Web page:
And that's a problem, because Rarity has the main character arc here, but there's no organic feeling of growth. At no point does she question herself, and she never once appears to consider what Sweetie Belle is feeling, and when Sweetie Belle finally does open up to her, she expresses indignation over it. The episode never deviates from the expected script, and to make matters worse, the subplot involving Zipoorwhill's dog exists only to complement the main plot with Rarity and Sweetie Belle. As it turns out, the dog wasn't responding to Zippoorwhill because she was treating it like a puppy despite it being fully grown, and this is so obviously intended to parallel Rarity's own actions that it borders on superfluous. There's no room for idiosyncrasy here, and the single-minded focus of every beat here simply feels cold and calculated.
Making matters worse, the calculated plotting also leaves little room for jokes, which are invariably weak visual gags or directly related to Rarity's attitude. There's nothing innately funny about the premise, and so not only does the lack of variety rapidly become boring, what jokes are there are rarely all that amusing to begin with. As a result, more pressure is put on the story itself to pick up the slack, but again, it's hard to really sympathize with Rarity without any idea how long she's been away from Sweetie Belle or why, and her lack of sensitivity to Sweetie's obvious disinterest makes it even worse. On top of that, the main conflict doesn't begin until almost 10 minutes into the 22-minute episode, and all the time previous to that gives us no hint of backstory beyond the most basic details.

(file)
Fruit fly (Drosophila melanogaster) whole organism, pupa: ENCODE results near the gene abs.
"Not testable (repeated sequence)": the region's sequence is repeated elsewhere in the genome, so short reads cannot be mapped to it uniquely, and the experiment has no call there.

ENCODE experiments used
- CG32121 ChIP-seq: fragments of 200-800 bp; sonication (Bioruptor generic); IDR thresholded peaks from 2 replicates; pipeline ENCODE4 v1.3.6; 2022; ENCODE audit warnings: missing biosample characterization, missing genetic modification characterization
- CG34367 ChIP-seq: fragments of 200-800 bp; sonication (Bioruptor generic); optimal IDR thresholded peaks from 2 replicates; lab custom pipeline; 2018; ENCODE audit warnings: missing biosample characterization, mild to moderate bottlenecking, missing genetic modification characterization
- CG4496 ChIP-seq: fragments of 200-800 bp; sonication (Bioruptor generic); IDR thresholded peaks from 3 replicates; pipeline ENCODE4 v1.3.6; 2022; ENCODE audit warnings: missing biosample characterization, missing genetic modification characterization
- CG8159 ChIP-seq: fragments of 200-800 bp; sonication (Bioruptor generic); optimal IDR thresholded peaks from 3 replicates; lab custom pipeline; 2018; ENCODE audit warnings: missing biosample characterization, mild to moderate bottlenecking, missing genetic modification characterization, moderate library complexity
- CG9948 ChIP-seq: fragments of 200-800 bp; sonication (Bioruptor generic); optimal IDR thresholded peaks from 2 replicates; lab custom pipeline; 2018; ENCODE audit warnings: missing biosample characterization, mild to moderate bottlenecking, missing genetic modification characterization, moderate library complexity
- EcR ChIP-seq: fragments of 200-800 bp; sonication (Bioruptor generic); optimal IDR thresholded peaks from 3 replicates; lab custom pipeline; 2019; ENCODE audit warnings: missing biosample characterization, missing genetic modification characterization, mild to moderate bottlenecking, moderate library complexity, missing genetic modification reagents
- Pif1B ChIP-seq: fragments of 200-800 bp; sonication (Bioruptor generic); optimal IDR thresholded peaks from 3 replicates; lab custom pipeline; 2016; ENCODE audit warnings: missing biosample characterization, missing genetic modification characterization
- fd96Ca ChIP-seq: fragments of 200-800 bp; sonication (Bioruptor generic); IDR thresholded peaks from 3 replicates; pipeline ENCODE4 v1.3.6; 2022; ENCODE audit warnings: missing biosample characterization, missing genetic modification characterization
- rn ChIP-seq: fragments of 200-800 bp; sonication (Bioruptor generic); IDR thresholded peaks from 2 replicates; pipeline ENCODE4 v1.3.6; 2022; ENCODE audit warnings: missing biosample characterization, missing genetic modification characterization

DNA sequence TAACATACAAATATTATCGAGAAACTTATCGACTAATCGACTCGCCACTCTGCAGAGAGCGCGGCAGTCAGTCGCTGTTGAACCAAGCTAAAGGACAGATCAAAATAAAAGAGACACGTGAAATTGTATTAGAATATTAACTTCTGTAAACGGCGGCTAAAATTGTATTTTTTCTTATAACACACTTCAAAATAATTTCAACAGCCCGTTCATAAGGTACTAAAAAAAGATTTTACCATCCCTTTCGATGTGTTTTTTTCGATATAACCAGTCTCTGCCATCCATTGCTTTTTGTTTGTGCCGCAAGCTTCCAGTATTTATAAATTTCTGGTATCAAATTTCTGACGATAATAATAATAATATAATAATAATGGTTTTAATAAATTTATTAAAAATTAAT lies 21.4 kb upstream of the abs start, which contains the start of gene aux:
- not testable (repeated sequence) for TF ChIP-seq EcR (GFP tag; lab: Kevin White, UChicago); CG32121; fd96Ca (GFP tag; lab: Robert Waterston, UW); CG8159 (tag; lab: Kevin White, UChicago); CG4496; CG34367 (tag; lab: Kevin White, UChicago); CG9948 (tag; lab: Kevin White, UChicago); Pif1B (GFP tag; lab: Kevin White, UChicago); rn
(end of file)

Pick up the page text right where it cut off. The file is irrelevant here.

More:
Sweetie is fine here, but not a whole lot of time is spent expanding on her interests. Not unlike Rarity, she's effectively a cipher for the moral, and while her eventual outburst is satisfying, it's hurt somewhat by the nagging feeling that Rarity ought to have picked up on that already, and she's picked up a vague hint of a leadership role in the Cutie Mark Crusaders which is entirely new to this episode. For the most part, the story sympathizes with her perspective, but while that contributes to the moral working as well as it does, there isn't much to Sweetie's characterization here beyond her dissatisfaction with how Rarity is treating her, and while she's not nearly as tiresome as Rarity is here, she doesn't do much to compensate.
At this rate, season 7 is shaping up to be my least favourite so far, and while I can respect this episode more due to its strong moral, I can't help but wish for something funnier, more energetic, or at least less calculated. "Forever Filly" takes a solid, potentially emotional premise, and focuses so much on the moral that the end result just becomes dull and emotionally unengaging. It still has a strong moral, which is something this season has excelled at, but it shouldn't be so hard to have a worthwhile lesson on top of funny jokes and a fast-paced story. I watch this show to have fun, so I shouldn't be so consistently exhausted by it. Most of all, I just wish this show would allow itself to have some idiosyncrasy again. I can take a predictable story if there's at least some quirky scenes, just... give me something.